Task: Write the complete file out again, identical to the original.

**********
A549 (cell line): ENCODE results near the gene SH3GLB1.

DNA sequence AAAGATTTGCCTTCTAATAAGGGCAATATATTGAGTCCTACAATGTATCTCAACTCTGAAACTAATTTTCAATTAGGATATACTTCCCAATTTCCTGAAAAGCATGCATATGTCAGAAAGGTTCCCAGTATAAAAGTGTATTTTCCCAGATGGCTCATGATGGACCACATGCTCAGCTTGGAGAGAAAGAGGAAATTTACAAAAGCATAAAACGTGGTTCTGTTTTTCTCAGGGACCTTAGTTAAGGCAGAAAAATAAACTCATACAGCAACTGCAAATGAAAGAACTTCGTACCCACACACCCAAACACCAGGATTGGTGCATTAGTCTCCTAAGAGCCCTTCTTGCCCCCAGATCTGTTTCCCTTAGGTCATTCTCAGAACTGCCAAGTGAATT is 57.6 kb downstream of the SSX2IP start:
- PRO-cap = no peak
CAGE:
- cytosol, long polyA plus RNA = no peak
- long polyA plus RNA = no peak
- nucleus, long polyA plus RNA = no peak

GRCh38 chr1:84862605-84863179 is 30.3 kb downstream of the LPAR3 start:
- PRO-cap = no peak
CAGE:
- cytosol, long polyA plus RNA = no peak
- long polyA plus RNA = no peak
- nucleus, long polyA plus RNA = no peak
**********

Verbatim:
A549 (cell line): ENCODE results near the gene SH3GLB1.

DNA sequence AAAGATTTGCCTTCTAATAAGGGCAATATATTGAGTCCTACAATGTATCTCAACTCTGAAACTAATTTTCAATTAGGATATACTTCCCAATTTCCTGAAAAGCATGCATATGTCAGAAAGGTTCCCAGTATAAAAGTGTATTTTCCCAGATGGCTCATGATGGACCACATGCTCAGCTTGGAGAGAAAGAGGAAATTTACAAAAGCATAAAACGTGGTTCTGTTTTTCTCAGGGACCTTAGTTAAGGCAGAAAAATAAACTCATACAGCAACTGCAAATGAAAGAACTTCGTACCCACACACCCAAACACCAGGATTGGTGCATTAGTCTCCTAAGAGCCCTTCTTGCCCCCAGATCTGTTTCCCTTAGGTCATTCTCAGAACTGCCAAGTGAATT is 57.6 kb downstream of the SSX2IP start:
- PRO-cap = no peak
CAGE:
- cytosol, long polyA plus RNA = no peak
- long polyA plus RNA = no peak
- nucleus, long polyA plus RNA = no peak

GRCh38 chr1:84862605-84863179 is 30.3 kb downstream of the LPAR3 start:
- PRO-cap = no peak
CAGE:
- cytosol, long polyA plus RNA = no peak
- long polyA plus RNA = no peak
- nucleus, long polyA plus RNA = no peak